This sounds daunting, but most schools don’t actually consider all your scores equally. For example, if you scored an 1300 on one test and a 1500 on another, they won’t actually average the two tests.
In fact, we researched the score policies at UCLA, and they have the following policy:
We require all scores and will use the highest scores from a single administration.
Some students are still worried about submitting too many test scores. They’re afraid that UCLA will look down on too many attempts to raise your score. But how many is too many?
From our research and talking to admissions officers, we’ve learned that 4-6 tests is a safe number to submit. The college understands that you want to have the best chance of admission, and retaking the test is a good way to do this. Within a reasonable number of tests, they honestly don’t care how many times you’ve taken it. They’ll just focus on your score.
If you take it more than 6 times, colleges start wondering why you’re not improving with each test. They’ll question your study skills and ability to improve.
But below 6 tests, we strongly encourage retaking the test to maximize your chances. If your SAT score is currently below a 1510, we strongly recommend that you consider prepping for the SAT and retaking it. You don’t have much to lose, and you can potentially raise your score and significantly boost your chances of getting in.
UCLA ACT Requirements
Just like for the SAT, UCLA likely doesn’t have a hard ACT cutoff, but if you score too low, your application will get tossed in the trash.
The average ACT score at UCLA is 31. This score makes UCLA Strongly Competitive for ACT scores.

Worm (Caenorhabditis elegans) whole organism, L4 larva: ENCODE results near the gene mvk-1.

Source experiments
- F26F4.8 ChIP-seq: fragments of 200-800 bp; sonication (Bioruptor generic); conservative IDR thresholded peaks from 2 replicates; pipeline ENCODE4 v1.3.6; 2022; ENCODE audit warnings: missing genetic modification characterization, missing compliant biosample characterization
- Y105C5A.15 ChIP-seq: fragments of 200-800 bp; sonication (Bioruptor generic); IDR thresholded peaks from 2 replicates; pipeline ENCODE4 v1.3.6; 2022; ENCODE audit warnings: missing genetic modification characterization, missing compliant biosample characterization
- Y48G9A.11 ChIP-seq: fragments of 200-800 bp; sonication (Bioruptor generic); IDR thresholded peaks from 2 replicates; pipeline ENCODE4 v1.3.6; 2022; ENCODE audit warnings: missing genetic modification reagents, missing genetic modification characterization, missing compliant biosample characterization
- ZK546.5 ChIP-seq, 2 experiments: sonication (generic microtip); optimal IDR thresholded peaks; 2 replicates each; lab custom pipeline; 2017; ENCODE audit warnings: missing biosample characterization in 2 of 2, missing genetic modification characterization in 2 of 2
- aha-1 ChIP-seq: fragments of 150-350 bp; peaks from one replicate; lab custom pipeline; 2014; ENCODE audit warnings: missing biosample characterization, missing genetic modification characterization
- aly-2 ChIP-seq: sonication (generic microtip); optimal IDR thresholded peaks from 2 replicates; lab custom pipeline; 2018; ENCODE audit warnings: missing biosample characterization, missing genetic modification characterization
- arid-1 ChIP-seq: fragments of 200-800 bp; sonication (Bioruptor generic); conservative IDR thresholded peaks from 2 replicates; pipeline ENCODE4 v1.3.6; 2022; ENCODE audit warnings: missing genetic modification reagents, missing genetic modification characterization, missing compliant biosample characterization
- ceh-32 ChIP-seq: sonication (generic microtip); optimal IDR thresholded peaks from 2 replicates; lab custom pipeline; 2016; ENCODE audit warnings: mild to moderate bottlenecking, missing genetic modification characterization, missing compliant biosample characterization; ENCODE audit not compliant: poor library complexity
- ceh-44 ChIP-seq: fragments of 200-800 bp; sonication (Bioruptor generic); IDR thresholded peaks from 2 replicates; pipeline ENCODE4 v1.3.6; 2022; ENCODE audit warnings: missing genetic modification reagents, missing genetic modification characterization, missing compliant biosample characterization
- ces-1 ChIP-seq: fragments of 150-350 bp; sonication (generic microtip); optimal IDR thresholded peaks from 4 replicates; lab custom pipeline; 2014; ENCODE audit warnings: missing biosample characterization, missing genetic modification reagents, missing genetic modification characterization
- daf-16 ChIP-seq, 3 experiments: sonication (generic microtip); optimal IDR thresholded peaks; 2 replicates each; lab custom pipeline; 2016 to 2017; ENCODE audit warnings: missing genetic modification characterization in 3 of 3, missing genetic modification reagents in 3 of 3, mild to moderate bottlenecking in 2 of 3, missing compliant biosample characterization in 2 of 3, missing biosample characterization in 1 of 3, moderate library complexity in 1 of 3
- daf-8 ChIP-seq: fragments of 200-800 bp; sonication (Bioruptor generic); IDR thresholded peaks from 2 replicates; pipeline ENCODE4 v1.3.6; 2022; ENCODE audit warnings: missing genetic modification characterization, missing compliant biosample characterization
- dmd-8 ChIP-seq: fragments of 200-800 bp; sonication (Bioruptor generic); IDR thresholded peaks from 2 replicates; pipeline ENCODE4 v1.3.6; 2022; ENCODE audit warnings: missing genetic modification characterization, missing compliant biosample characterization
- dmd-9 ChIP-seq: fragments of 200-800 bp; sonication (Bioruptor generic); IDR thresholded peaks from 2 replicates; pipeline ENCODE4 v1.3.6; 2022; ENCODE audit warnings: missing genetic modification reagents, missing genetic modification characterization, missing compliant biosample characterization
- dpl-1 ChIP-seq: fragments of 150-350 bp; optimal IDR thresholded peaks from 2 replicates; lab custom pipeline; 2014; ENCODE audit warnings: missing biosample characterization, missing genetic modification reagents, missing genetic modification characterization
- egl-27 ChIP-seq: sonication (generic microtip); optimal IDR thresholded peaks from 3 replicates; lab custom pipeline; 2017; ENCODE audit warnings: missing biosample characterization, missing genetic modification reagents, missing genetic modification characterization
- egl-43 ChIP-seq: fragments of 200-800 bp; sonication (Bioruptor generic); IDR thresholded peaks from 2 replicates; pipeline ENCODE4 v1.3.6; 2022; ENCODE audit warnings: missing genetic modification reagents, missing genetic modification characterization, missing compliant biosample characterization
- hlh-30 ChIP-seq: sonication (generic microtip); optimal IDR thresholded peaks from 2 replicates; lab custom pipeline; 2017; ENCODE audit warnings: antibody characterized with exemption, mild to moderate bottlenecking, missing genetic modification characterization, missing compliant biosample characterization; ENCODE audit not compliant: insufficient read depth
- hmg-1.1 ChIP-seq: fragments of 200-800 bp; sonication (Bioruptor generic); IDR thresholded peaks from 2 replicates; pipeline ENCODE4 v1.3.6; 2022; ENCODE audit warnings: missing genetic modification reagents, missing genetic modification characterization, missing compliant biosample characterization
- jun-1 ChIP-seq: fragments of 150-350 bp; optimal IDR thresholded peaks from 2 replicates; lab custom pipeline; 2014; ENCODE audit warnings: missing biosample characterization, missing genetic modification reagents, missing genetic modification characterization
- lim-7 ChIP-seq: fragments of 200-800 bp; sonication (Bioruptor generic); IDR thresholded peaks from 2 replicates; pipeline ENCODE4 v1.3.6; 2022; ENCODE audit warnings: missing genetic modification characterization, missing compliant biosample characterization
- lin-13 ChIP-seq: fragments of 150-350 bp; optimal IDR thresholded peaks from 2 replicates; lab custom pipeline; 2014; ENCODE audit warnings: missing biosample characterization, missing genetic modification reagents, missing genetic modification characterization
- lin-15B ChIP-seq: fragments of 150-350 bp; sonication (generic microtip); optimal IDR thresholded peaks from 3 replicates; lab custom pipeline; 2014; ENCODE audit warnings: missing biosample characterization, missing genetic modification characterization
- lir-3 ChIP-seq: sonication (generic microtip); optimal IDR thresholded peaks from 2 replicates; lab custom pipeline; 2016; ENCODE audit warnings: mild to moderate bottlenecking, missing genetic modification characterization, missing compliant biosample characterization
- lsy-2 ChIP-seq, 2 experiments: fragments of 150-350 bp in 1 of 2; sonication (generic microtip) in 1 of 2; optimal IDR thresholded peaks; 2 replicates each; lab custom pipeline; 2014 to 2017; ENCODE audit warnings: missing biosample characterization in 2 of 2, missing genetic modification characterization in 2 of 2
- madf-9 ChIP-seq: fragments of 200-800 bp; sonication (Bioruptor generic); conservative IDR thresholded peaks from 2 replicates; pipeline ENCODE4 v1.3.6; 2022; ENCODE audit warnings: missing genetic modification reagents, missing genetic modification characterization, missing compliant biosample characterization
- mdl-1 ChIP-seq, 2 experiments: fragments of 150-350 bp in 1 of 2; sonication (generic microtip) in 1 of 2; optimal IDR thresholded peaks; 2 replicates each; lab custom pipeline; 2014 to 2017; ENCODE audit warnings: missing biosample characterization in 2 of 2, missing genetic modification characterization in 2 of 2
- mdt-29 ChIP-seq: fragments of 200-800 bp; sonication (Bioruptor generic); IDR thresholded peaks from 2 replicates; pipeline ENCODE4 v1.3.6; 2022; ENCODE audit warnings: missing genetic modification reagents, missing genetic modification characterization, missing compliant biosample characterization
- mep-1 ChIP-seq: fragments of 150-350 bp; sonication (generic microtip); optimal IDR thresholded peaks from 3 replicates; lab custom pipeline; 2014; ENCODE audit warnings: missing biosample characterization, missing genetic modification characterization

The 25th percentile ACT score is 27, and the 75th percentile ACT score is 34.
Even though UCLA likely says they have no minimum ACT requirement, if you apply with a 27 or below, you’ll have a very hard time getting in, unless you have something else very impressive in your application. There are so many applicants scoring 31 and above that a 27 will look academically weak.
ACT Score Sending Policy
If you’re taking the ACT as opposed to the SAT, you have a huge advantage in how you send scores, and this dramatically affects your testing strategy.
Here it is: when you send ACT scores to colleges, you have absolute control over which tests you send. You could take 10 tests, and only send your highest one. This is unlike the SAT, where many schools require you to send all your tests ever taken.
This means that you have more chances than you think to improve your ACT score. To try to aim for the school’s ACT requirement of 34 and above, you should try to take the ACT as many times as you can. When you have the final score that you’re happy with, you can then send only that score to all your schools.
ACT Superscore Policy
By and large, most colleges do not super score the ACT. (Super score means that the school takes your best section scores from all the test dates you submit, and then combines them into the best possible composite score). Thus, most schools will just take your highest ACT score from a single sitting.
We weren’t able to find the school’s exact ACT policy, which most likely means that it does not Superscore. Regardless, you can choose your single best ACT score to send in to UCLA, so you should prep until you reach our recommended target ACT score of 34.
SAT/ACT Writing Section Requirements
Both the SAT and ACT have an optional essay section.
UCLA requires you to take the SAT Essay/ACT Writing section. They’ll use this as another factor in their admissions consideration.
SAT Subject Test Requirements
Schools vary in their SAT subject test requirements. Typically, selective schools tend to require them, while most schools in the country do not.
We did not find information that UCLA requires SAT subject tests, and so most likely it does not. At least 6 months before applying, you should still double check just to make sure, so you have enough time to take the test.